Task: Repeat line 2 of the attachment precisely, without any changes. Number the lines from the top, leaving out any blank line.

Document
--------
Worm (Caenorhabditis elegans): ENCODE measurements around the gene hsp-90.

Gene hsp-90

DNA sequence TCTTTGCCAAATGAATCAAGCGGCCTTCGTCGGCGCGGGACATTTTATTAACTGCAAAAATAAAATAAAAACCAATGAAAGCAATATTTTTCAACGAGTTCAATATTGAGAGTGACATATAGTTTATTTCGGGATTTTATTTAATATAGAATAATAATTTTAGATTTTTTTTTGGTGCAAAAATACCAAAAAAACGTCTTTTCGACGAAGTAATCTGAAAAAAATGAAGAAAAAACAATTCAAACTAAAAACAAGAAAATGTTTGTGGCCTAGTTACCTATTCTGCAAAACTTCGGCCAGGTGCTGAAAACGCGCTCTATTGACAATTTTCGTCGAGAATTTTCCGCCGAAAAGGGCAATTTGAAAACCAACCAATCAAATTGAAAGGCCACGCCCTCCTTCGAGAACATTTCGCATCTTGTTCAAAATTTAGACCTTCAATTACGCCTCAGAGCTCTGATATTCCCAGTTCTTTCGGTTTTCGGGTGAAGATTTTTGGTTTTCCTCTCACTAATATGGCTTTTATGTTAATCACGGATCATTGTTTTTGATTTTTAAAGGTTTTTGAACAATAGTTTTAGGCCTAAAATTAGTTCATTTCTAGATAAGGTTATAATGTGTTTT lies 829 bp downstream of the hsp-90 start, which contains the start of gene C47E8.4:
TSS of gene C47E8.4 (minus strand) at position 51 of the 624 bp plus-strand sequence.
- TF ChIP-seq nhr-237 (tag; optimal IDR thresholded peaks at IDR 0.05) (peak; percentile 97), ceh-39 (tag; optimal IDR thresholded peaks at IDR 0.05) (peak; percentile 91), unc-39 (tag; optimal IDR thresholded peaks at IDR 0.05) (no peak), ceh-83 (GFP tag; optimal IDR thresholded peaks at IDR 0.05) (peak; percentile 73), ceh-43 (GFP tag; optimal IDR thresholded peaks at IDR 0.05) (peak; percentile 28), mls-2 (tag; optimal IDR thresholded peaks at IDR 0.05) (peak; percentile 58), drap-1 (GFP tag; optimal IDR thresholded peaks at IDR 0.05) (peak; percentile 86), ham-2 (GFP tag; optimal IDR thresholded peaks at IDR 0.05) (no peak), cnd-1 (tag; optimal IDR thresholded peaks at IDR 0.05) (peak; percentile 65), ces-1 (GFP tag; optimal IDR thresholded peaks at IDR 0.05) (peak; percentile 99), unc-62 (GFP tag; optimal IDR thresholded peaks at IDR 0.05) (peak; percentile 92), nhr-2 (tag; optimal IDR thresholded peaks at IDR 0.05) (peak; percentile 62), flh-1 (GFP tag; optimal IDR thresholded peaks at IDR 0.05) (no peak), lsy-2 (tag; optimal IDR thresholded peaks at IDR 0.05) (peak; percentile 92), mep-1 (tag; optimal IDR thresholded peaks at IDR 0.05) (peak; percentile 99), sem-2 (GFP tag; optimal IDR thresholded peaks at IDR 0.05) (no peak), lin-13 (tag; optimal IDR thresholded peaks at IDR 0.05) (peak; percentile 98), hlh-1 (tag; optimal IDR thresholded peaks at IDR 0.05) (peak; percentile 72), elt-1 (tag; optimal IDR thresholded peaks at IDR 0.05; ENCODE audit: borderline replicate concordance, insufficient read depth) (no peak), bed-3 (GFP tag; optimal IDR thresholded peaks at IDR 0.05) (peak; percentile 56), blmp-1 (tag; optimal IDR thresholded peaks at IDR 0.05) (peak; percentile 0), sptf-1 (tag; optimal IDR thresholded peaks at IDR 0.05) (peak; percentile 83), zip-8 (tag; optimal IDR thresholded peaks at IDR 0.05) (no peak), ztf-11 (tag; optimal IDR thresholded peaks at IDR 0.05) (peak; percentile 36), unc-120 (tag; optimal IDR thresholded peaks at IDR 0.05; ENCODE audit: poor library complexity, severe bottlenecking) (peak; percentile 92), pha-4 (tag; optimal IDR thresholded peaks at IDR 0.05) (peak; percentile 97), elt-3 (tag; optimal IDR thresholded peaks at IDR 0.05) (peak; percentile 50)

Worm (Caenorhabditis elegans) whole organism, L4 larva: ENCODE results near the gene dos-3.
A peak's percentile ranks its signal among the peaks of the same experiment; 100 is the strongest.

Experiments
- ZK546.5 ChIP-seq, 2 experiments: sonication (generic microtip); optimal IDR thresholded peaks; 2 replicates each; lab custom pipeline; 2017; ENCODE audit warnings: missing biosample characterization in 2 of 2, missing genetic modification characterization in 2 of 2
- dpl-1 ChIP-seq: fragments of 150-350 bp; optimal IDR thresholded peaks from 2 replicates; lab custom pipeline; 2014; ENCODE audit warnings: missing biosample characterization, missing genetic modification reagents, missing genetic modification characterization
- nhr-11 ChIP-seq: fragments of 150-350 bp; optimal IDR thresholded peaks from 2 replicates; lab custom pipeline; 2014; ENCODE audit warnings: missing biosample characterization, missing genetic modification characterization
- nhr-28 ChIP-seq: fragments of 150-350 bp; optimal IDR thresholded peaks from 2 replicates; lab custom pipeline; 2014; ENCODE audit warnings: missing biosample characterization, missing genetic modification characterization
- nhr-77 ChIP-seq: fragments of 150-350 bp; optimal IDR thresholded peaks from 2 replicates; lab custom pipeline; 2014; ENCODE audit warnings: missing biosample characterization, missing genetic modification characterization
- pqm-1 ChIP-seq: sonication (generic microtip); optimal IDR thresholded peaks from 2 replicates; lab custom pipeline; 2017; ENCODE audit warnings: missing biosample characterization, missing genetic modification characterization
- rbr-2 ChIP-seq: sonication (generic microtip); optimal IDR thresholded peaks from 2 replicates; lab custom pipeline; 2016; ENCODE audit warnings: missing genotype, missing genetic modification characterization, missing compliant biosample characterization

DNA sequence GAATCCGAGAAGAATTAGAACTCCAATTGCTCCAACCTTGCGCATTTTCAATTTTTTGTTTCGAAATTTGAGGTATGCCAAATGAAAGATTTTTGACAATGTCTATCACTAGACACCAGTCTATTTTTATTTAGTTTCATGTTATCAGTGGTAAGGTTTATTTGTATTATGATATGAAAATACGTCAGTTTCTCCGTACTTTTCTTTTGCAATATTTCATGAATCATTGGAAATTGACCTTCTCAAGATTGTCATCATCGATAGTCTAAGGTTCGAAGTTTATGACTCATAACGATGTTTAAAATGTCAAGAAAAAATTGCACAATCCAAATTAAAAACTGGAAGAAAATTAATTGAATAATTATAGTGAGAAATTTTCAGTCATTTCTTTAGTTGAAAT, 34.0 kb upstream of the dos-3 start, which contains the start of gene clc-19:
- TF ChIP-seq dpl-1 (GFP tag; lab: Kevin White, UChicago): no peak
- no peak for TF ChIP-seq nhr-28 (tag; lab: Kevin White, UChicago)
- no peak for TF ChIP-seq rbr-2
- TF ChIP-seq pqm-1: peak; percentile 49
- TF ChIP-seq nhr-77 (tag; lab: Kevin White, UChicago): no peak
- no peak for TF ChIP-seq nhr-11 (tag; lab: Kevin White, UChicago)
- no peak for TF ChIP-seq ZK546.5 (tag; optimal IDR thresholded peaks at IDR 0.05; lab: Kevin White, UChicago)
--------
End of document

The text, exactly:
Gene hsp-90